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William Signius Knudsen (March 25, 1879 – April 27, 1948) was a leading automotive industry executive. His experience and success as a key senior manager in the operations sides of Ford Motor Company and later General Motors led the Franklin Roosevelt Administration to commission him as a Lieutenant General in the United States Army to help lead the United States' war materiel production efforts for World War II.
Knudsen was working for the John R. Keim Company of Buffalo, New York when the Ford Motor Company bought it in 1911 for its steel-stamping experience and tooling. Knudsen worked for Ford from 1911 to 1921, a decade that saw the formative development of the modern assembly line and true mass production. Working first for the Ford Motor Company and later for General Motors, Knudsen became an expert on mass production and a skilled manager. Knudsen was president of the Chevrolet Division of General Motors from 1924 to 1937, and was president of General Motors from 1937 to 1940.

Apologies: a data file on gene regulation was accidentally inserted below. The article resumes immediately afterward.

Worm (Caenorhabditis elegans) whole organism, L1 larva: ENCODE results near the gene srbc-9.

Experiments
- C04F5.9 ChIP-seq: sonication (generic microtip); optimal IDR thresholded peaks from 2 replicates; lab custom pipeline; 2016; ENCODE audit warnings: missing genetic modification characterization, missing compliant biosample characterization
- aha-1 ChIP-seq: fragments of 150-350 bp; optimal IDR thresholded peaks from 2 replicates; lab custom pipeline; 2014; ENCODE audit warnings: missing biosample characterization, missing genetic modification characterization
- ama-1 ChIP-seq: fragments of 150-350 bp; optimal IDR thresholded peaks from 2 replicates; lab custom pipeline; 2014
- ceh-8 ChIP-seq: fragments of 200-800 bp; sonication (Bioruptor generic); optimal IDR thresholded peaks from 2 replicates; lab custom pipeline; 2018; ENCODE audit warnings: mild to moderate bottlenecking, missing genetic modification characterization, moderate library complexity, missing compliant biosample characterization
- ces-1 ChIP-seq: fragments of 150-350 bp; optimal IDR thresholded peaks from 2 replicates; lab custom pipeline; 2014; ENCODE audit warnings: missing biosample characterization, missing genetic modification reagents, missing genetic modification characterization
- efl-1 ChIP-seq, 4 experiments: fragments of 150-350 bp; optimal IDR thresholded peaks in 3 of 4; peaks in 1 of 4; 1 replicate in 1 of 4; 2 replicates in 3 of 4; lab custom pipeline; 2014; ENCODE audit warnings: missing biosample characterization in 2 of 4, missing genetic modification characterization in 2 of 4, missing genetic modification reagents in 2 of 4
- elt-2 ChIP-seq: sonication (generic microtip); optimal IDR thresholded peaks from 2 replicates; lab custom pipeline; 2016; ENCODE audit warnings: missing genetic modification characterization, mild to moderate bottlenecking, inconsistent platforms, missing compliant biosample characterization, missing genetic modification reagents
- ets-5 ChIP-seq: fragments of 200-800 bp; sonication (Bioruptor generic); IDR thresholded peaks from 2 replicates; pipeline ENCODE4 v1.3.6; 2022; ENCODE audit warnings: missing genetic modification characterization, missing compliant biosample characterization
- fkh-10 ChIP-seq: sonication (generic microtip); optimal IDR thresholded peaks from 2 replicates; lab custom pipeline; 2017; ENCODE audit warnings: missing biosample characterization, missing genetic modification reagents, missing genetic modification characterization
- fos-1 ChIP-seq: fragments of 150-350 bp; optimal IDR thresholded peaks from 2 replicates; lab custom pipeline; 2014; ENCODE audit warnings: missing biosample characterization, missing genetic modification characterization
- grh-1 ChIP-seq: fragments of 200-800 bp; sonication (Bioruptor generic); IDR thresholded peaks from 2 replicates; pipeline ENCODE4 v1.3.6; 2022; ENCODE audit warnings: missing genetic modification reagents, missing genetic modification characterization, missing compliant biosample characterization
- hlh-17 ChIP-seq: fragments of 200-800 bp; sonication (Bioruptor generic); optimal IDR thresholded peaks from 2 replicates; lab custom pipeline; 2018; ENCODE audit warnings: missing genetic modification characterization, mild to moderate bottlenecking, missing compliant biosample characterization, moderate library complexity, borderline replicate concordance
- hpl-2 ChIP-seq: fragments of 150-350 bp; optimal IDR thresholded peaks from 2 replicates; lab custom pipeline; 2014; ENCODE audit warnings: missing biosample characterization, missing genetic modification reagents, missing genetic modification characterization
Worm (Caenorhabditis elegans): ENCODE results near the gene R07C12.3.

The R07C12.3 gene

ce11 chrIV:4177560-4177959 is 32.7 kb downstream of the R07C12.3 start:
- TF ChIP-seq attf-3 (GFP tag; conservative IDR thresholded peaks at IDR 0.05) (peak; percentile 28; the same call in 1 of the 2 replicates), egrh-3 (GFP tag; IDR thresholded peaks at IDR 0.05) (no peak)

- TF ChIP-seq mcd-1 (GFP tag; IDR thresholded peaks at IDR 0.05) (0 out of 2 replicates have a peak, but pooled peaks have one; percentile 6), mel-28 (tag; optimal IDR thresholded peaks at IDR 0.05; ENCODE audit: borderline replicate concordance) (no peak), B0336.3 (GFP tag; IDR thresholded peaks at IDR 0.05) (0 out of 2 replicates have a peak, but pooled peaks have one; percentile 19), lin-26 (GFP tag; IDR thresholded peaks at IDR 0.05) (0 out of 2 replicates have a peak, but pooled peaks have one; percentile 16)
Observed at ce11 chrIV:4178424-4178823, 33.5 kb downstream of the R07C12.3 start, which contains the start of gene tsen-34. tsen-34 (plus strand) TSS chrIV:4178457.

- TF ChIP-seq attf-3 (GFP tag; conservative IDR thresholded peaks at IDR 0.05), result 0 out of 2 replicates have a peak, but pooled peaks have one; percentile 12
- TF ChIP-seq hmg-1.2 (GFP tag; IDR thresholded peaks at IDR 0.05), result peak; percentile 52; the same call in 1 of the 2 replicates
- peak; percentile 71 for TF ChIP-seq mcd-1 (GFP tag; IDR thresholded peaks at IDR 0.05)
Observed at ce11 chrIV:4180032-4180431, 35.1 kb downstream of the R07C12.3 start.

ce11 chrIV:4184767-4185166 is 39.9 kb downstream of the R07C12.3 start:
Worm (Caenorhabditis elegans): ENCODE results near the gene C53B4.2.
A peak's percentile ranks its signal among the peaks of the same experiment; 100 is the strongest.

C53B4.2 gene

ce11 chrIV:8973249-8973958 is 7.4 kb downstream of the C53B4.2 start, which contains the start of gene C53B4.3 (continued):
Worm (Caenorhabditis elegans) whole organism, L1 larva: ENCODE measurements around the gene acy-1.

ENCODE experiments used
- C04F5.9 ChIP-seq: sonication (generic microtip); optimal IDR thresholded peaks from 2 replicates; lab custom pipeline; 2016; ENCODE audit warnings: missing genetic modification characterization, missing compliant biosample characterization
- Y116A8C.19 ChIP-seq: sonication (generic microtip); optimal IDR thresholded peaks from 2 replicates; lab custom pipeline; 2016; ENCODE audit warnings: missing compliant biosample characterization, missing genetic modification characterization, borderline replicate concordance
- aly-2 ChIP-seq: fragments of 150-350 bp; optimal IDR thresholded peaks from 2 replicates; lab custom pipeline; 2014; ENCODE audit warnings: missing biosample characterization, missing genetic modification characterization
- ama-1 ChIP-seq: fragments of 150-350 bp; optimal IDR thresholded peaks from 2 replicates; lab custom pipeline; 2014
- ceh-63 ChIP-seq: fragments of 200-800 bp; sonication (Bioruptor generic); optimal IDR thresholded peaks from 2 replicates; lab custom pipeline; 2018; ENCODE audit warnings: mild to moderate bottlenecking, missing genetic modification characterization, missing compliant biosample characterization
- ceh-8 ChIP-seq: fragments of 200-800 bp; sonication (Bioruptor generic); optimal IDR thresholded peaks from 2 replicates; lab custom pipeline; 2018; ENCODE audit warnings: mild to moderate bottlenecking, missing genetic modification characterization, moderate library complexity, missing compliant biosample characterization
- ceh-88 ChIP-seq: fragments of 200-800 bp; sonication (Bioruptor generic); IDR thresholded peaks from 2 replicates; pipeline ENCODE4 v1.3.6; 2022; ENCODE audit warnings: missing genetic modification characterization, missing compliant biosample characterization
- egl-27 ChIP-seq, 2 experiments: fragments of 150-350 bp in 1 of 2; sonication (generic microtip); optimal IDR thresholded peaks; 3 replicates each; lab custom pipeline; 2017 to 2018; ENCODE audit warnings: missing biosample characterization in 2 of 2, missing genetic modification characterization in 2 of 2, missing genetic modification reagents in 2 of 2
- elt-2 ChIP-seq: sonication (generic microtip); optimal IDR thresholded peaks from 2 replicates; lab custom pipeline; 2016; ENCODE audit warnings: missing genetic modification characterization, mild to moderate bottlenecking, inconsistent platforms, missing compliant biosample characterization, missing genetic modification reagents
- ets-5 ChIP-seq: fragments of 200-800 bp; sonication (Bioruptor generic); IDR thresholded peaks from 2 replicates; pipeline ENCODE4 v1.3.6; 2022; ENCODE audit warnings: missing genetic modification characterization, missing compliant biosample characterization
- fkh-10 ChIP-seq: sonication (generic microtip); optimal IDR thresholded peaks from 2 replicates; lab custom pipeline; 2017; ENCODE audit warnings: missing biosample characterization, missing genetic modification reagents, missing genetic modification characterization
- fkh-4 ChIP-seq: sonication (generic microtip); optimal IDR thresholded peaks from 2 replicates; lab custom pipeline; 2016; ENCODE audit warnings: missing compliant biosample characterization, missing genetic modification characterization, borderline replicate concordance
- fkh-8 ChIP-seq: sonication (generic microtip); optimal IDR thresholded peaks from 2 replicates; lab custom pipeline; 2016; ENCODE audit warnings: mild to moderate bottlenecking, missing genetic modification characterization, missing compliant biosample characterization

In 1940, President Roosevelt asked Knudsen to come to Washington to help with war production. Knudsen was appointed as Chairman of the Office of Production Management and member of the National Defense Advisory Commission.
In January 1942, Knudsen was commissioned a Lieutenant General in the U.S. Army, the only civilian ever to join the Army at such a high initial rank. and appointed as Director of Production, Office of the Under Secretary of War. In this capacity, he worked as a consultant and a troubleshooter for the War Department.
Knudsen was the father of Semon "Bunkie" Knudsen who also became a prominent automobile industry executive.
Knudsen was inducted into the Automotive Hall of Fame in 1968.
Alfred P. Sloan, Jr.
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Charles E. Wilson